If you own your home (peruse purchase prices), don’t forget the cost of HOA fees, which can be as much as rent: While your total is very much a function of what you get, expect to pay anywhere from $200-$1,000+ per month in HOA fees.
Learn more about buying property in Costa Rica.
Fixed Monthly CostsFixed monthly costs – ah, finally a category where we can provide some hard numbers. (Except where we can’t…)
As a general rule, here’s what to expect from utilities and other fixed monthly budget items:
- Internet & Cable: $50-$100, depending on your internet speed and cable package.
- Water: $30-$100, depending on where you live and your water usage.
- Electricity: $50-$500/month, depending on whether you have solar panels and how much you use your air-conditioning, pool pump, laundry dryer, and other high-consumption amenities.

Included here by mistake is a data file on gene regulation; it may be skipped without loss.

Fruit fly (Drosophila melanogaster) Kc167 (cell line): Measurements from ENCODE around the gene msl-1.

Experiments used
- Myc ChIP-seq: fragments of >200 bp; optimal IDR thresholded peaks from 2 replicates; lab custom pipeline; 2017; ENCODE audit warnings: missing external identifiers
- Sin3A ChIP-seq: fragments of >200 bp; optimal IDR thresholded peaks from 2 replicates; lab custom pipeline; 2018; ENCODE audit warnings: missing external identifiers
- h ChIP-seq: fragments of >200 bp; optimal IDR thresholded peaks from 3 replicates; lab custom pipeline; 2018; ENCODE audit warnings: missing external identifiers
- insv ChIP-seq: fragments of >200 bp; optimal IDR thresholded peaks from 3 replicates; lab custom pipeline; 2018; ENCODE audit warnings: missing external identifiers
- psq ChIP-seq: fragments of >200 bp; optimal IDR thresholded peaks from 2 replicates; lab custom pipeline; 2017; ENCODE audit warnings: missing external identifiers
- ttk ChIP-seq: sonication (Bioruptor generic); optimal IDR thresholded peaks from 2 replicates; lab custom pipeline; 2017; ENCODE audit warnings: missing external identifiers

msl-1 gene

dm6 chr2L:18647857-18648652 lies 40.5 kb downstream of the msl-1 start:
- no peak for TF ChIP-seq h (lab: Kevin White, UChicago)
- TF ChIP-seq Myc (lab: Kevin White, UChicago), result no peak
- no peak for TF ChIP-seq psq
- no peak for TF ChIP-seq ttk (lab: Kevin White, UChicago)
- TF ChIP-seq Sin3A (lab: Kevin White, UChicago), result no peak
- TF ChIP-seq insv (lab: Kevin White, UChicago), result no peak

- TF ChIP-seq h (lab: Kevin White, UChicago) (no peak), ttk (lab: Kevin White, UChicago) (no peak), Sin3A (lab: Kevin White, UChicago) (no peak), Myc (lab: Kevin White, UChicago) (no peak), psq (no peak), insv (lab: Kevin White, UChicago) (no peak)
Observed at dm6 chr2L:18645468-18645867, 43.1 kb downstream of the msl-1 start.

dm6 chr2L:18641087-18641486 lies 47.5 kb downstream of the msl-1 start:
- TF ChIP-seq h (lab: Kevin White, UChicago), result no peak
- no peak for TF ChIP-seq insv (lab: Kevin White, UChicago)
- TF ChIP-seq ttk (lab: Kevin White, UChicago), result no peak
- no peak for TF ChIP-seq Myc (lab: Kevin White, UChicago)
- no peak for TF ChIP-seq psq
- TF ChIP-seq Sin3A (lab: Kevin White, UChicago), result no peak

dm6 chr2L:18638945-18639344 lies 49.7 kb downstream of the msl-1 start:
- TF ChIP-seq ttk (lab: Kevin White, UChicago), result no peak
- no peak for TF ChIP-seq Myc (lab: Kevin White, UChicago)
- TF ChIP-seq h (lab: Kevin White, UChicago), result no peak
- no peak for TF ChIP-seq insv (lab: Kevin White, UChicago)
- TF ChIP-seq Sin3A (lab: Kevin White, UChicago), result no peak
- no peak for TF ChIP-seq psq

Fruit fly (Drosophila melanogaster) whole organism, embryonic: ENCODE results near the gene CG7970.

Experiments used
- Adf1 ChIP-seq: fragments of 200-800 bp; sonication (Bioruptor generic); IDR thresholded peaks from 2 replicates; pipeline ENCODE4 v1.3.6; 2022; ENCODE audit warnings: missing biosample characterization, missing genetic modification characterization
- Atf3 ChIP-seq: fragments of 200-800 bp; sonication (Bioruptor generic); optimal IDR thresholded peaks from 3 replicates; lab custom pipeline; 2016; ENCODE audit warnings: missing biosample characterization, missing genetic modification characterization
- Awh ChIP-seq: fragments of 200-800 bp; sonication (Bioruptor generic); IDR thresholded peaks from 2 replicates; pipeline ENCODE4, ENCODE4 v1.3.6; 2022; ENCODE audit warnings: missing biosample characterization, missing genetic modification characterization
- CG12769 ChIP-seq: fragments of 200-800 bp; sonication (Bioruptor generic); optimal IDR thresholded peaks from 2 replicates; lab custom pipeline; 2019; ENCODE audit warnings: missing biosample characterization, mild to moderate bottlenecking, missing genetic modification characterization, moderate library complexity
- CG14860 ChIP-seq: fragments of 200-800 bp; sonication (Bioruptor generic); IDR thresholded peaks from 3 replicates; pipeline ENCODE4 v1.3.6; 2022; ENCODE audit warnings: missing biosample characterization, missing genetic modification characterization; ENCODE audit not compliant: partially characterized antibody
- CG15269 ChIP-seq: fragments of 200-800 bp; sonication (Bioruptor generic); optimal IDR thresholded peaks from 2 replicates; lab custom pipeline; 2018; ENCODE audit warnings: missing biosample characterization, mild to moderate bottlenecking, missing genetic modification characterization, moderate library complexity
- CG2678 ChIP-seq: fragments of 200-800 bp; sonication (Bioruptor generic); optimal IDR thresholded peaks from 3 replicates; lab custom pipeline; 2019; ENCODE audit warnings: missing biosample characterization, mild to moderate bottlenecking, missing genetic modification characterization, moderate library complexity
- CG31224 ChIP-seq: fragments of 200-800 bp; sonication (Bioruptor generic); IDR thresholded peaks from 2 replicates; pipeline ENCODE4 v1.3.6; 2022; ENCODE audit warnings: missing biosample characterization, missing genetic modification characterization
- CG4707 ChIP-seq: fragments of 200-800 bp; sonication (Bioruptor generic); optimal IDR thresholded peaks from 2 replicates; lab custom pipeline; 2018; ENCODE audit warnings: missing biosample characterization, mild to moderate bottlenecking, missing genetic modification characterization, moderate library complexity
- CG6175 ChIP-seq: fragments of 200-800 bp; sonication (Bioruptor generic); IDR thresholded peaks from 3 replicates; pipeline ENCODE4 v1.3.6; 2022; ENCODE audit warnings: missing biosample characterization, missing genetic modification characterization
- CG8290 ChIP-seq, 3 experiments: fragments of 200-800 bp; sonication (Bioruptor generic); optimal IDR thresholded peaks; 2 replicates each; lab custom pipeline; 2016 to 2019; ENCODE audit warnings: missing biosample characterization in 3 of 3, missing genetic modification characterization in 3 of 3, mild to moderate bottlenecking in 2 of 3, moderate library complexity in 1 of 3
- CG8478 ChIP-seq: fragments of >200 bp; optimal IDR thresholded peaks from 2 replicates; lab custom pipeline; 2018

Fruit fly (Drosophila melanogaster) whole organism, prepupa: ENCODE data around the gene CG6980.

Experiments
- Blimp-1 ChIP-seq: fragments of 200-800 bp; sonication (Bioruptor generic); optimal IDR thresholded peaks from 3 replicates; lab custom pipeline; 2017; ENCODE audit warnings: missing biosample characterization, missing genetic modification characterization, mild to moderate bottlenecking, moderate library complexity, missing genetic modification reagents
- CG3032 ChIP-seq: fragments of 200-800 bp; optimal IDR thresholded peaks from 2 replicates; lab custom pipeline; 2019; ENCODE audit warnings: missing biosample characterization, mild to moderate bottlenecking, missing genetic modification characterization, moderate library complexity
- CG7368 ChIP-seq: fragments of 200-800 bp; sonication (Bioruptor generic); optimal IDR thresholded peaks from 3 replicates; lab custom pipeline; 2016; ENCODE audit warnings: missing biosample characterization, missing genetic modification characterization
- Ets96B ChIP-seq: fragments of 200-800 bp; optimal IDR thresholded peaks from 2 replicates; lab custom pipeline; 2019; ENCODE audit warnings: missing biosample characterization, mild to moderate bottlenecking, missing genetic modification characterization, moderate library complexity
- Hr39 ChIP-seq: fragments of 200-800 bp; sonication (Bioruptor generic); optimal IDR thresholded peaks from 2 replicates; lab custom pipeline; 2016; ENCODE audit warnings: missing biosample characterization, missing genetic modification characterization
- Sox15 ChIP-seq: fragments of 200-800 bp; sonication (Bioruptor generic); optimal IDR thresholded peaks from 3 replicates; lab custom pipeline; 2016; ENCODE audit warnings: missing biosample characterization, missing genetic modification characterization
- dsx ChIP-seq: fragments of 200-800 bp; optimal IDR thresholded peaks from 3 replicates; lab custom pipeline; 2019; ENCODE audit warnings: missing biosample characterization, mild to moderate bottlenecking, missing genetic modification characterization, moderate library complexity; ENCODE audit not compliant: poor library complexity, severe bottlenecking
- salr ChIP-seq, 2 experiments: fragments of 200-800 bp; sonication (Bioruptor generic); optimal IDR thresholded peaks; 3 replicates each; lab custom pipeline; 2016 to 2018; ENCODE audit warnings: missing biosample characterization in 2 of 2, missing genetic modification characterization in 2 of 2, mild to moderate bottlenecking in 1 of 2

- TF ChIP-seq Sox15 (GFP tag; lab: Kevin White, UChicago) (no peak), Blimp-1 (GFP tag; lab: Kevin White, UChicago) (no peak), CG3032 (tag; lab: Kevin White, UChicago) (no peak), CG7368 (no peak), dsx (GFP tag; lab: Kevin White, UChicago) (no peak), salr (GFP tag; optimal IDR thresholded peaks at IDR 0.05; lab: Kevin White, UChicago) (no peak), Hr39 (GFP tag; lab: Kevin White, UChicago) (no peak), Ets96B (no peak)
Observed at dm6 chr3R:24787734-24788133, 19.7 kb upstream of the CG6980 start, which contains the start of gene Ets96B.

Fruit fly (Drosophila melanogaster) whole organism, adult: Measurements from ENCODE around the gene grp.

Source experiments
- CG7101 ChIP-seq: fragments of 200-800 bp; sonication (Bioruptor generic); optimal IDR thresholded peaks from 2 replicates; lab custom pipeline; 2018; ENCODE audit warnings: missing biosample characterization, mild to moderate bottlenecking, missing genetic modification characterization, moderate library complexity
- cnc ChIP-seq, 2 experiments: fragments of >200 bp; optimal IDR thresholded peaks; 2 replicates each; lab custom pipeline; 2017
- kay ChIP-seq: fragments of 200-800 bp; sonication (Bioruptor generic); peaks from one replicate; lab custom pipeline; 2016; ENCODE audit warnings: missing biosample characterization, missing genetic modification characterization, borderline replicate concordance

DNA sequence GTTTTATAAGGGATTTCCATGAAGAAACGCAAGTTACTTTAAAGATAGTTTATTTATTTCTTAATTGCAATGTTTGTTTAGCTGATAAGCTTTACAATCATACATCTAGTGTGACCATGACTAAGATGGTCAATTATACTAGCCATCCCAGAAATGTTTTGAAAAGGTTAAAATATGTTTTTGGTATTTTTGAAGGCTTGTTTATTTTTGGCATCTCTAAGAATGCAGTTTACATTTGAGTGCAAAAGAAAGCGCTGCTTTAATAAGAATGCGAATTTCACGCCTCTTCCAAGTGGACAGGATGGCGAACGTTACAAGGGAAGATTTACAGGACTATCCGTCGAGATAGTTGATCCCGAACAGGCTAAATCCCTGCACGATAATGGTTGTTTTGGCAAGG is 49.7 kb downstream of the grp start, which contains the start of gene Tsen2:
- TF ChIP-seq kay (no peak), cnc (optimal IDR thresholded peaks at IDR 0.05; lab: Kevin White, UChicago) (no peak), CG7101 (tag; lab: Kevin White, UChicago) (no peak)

- Home Insurance: Peg this around $50-$100/month, usually paid by the quarter, semester, or year. (Homeowners’ insurance is usually covered by your HOA fee, if you have one.)
- Yard Service: If you need someone to help with grounds maintenance, budget $50-$150/month for a few days a month. (Community groundskeeping is usually covered by your HOA fee, if you have one.)
Moving to Costa Rica: What’s Your Dream? (And “Happy” Budget)
Imagine your dream home, condo, vacation home, or investment property – what is most important to you? Are you a part-time or full-time owner? What’s your timeframe? Where does your budget fall?
At Blue Water Properties, we’re more than a real estate team. We’re bilingual, bicultural, and seriously experienced. And we put you first.
So, please get in touch. We’re sticklers for responding within 24 hours. Yes, even if you’re reading this post into the wee hours; we’ll have more information to you on that dream, within the day! And we look forward to it!
At Blue Water Properties of Costa Rica, we’re proud to offer some of the best Costa Rica Real Estate. We have both condos and homes, land, and businesses for sale.